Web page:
Women in Tech: “The prerequisite is pleasure in problem-solving”
Women are underrepresented in the tech sector —myth or reality? Three years ago, we launched a diversity series aimed at bringing the most inspirational and powerful women in the tech scene to your attention. Today, we’d like you to meet Isabell Sippli, Senior Technical Lead at IBM.
A research study by The National Center for Women & Information Technology showed that “gender diversity has specific benefits in technology settings,” which could explain why tech companies have started to invest in initiatives that aim to boost the number of female applicants, recruit them in a more effective way, retain them for longer, and give them the opportunity to advance. But is it enough?
Three years ago, we launched a diversity series aimed at bringing the most inspirational and powerful women in the tech scene to your attention. Today, we’d like you to meet Isabell Sippli, Senior Technical Lead at IBM.
Today’s Woman in Tech: Isabell Sippli, Senior Technical Lead at IBM.
During her computer science studies, Isabell Sippli already devoted herself to topics such as machine learning and artificial intelligence. After graduation she started her career as a software engineer at IBM, became team lead of an international team, lead developer, and speaker at various international conferences. Currently she is working as Senior Technical Lead of a larger development team at IBM.
When did you become interested in technology?
I discovered my interest in tech during my upper school studies – in a computer science company. Also, my parents were always very progressive about new technologies – I was one of the first in my class to have access to a computer at home and also had Internet access relatively early on. So, little by little I discovered the joy of trying things out.
I was attracted to studying computer science because I wanted to understand how my computer works in the background and because I wanted to learn how to program “properly”. But I was very unsure whether this would suit me. I dealt with this uncertainty openly – and explained to my parents that I was very keen to start studying, but that it was possible that I might choose a different path. But after the first internship it was clear to me that this is exactly my thing. 😊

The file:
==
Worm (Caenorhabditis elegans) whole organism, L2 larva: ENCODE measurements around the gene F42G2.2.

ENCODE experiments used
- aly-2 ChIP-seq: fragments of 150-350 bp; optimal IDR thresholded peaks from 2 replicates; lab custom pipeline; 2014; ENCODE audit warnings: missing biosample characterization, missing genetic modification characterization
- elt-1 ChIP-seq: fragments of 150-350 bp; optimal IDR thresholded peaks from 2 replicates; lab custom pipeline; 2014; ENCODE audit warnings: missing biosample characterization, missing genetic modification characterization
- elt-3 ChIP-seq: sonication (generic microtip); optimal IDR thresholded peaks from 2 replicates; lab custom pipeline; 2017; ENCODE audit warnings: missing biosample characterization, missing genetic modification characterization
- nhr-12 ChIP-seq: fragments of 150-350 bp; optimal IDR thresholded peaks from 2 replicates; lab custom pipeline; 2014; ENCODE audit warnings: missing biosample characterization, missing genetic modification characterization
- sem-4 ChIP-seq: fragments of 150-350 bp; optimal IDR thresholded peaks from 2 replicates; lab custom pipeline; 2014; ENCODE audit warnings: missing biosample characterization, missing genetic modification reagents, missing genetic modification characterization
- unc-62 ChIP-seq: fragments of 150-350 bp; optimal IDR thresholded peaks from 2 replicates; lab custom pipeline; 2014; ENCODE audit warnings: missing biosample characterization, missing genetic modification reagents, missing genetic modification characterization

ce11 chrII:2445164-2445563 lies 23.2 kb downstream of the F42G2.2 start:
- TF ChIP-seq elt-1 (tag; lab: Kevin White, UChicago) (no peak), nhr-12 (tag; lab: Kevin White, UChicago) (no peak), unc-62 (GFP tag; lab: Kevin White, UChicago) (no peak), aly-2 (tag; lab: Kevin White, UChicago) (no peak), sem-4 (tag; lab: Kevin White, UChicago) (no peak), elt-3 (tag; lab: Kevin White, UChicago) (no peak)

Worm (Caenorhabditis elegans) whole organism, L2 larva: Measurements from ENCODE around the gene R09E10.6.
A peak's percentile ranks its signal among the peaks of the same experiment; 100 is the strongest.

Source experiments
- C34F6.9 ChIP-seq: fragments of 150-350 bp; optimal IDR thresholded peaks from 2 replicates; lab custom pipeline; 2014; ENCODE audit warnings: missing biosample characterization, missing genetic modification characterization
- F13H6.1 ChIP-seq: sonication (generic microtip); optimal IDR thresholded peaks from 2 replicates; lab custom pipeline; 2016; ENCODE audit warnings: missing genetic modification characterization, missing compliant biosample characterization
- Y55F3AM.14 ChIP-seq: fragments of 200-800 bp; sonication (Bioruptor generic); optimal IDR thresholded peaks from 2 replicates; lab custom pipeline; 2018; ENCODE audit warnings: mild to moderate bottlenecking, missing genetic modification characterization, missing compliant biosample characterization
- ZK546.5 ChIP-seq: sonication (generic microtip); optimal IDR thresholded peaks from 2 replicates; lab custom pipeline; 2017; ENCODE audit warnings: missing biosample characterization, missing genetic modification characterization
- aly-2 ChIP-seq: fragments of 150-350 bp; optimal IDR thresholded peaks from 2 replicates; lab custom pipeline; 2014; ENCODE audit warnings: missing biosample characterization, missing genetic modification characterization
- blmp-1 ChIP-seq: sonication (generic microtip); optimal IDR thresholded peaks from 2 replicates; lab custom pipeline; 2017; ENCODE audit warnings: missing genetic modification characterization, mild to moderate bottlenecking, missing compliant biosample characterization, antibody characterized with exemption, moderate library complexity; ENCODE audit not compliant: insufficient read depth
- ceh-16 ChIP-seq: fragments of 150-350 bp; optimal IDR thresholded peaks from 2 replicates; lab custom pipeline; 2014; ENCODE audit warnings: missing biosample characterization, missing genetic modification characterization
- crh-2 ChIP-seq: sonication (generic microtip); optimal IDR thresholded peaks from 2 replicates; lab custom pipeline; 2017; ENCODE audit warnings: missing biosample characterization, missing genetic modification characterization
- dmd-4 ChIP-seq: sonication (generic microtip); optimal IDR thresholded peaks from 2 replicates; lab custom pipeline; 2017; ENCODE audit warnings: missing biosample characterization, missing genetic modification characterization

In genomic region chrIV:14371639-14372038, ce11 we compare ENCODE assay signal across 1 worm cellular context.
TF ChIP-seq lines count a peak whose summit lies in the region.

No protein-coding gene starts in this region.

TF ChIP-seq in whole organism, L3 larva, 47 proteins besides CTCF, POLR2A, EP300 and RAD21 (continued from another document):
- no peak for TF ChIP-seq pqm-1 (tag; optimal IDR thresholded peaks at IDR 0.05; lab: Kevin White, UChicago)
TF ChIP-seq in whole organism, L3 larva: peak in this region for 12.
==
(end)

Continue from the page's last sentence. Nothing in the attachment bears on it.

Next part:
How did you end up in your career path?
After several internships and working student activities I started working for IBM in 2007 in the Germany R&D laboratory as a software tester. After half a year I changed to the development department (at that time it was strictly separated), and spent 5 years developing mainly in Java/JEE. There I also had my first small management tasks, for example as implementation lead for features. When I had the feeling that I couldn’t grow more, I switched to a customer-oriented position. There I was responsible as lead architect for the implementation of various private clouds for European customers and worked in both pre- and post-sales. The time was very travel-intensive and instructive.
After almost 2 years I got an offer to work in the staff team of a technical executive where I spent a year evaluating different technologies for their product maturity and suitability for the portfolio. Afterwards I changed into my current field of activity, as an architect for a new SaaS product. Gradually I took on more and more responsibility (more components, larger teams).
Since 2017, I have been a Senior Technical Staff Member and, as lead architect, I am responsible for a large development team.
I do believe that the socialization of boys and girls drifts in a certain direction at a very early age, and that there are too few female role models.
Do you have any role models?
Yes, some. I have 2 (male) mentors within IBM who have encouraged me to take certain steps and have always asked me the right questions to find my own way. There were also important door openers, and without them I would not be where I am today.
I was lucky to always have very supportive managers and mentors who encouraged and challenged me.
I have some role models, both female and male. These include female colleagues who have managed to combine family and leadership wonderfully, and one female colleague, a technical executive, who particularly impresses me with her foresight, friendliness, technical competence, and down-to-earth attitude.
A day in Isabell’s life
I am a Senior Technical Staff Member in IT Operations Management. I have the technical lead of a software product (more here), which means I give technical guidance to my development teams and discuss solutions with my peers and teams, create prototypes to analyze feasibility, talk a lot with customers to understand their requirements and analyze the market. I spend a lot of time in web conferences, but I also have quiet hours to get familiar with technical problems, to learn more, and just to play with technology.
At the beginning of my career, I exclusively programmed, but that lessened with my changed responsibilities. Nevertheless, I’ll stay on. My last project was a small command line tool in Go to make it easier to use a REST API.